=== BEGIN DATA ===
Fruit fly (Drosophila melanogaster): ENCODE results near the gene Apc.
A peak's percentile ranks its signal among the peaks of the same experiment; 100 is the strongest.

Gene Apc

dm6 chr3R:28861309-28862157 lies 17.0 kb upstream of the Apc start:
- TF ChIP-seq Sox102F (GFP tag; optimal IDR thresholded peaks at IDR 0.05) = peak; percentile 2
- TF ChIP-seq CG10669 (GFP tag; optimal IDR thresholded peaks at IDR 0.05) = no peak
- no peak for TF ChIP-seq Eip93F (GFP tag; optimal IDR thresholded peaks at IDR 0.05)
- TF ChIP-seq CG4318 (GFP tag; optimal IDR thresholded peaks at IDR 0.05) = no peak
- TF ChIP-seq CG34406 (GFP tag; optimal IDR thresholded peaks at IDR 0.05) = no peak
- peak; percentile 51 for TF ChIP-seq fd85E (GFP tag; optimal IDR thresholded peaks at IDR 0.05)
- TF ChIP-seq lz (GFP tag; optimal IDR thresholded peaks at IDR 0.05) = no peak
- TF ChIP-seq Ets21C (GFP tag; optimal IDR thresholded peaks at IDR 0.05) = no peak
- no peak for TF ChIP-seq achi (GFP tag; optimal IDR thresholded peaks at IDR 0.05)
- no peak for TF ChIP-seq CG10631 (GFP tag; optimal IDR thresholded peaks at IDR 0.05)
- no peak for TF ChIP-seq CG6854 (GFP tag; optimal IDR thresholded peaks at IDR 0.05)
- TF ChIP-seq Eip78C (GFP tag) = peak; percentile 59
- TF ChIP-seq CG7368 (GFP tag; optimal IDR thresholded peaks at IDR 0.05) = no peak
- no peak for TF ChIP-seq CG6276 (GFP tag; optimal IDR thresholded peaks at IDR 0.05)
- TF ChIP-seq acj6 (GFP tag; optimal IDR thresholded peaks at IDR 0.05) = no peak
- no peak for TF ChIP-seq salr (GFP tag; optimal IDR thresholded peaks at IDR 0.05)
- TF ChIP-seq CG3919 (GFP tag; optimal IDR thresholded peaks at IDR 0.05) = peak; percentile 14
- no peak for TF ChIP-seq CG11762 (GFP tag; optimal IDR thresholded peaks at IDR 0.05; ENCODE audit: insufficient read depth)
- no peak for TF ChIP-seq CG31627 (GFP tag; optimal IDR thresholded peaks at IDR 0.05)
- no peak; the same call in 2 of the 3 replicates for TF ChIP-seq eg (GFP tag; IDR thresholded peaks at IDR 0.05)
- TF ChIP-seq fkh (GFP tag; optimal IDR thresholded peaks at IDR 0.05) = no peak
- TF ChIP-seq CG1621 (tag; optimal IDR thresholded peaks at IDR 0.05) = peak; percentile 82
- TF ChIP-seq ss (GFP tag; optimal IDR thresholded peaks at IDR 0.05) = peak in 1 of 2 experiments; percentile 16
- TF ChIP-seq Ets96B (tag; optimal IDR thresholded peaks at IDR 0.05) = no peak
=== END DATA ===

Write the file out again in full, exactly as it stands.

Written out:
Fruit fly (Drosophila melanogaster): ENCODE results near the gene Apc.
A peak's percentile ranks its signal among the peaks of the same experiment; 100 is the strongest.

Gene Apc

dm6 chr3R:28861309-28862157 lies 17.0 kb upstream of the Apc start:
- TF ChIP-seq Sox102F (GFP tag; optimal IDR thresholded peaks at IDR 0.05) = peak; percentile 2
- TF ChIP-seq CG10669 (GFP tag; optimal IDR thresholded peaks at IDR 0.05) = no peak
- no peak for TF ChIP-seq Eip93F (GFP tag; optimal IDR thresholded peaks at IDR 0.05)
- TF ChIP-seq CG4318 (GFP tag; optimal IDR thresholded peaks at IDR 0.05) = no peak
- TF ChIP-seq CG34406 (GFP tag; optimal IDR thresholded peaks at IDR 0.05) = no peak
- peak; percentile 51 for TF ChIP-seq fd85E (GFP tag; optimal IDR thresholded peaks at IDR 0.05)
- TF ChIP-seq lz (GFP tag; optimal IDR thresholded peaks at IDR 0.05) = no peak
- TF ChIP-seq Ets21C (GFP tag; optimal IDR thresholded peaks at IDR 0.05) = no peak
- no peak for TF ChIP-seq achi (GFP tag; optimal IDR thresholded peaks at IDR 0.05)
- no peak for TF ChIP-seq CG10631 (GFP tag; optimal IDR thresholded peaks at IDR 0.05)
- no peak for TF ChIP-seq CG6854 (GFP tag; optimal IDR thresholded peaks at IDR 0.05)
- TF ChIP-seq Eip78C (GFP tag) = peak; percentile 59
- TF ChIP-seq CG7368 (GFP tag; optimal IDR thresholded peaks at IDR 0.05) = no peak
- no peak for TF ChIP-seq CG6276 (GFP tag; optimal IDR thresholded peaks at IDR 0.05)
- TF ChIP-seq acj6 (GFP tag; optimal IDR thresholded peaks at IDR 0.05) = no peak
- no peak for TF ChIP-seq salr (GFP tag; optimal IDR thresholded peaks at IDR 0.05)
- TF ChIP-seq CG3919 (GFP tag; optimal IDR thresholded peaks at IDR 0.05) = peak; percentile 14
- no peak for TF ChIP-seq CG11762 (GFP tag; optimal IDR thresholded peaks at IDR 0.05; ENCODE audit: insufficient read depth)
- no peak for TF ChIP-seq CG31627 (GFP tag; optimal IDR thresholded peaks at IDR 0.05)
- no peak; the same call in 2 of the 3 replicates for TF ChIP-seq eg (GFP tag; IDR thresholded peaks at IDR 0.05)
- TF ChIP-seq fkh (GFP tag; optimal IDR thresholded peaks at IDR 0.05) = no peak
- TF ChIP-seq CG1621 (tag; optimal IDR thresholded peaks at IDR 0.05) = peak; percentile 82
- TF ChIP-seq ss (GFP tag; optimal IDR thresholded peaks at IDR 0.05) = peak in 1 of 2 experiments; percentile 16
- TF ChIP-seq Ets96B (tag; optimal IDR thresholded peaks at IDR 0.05) = no peak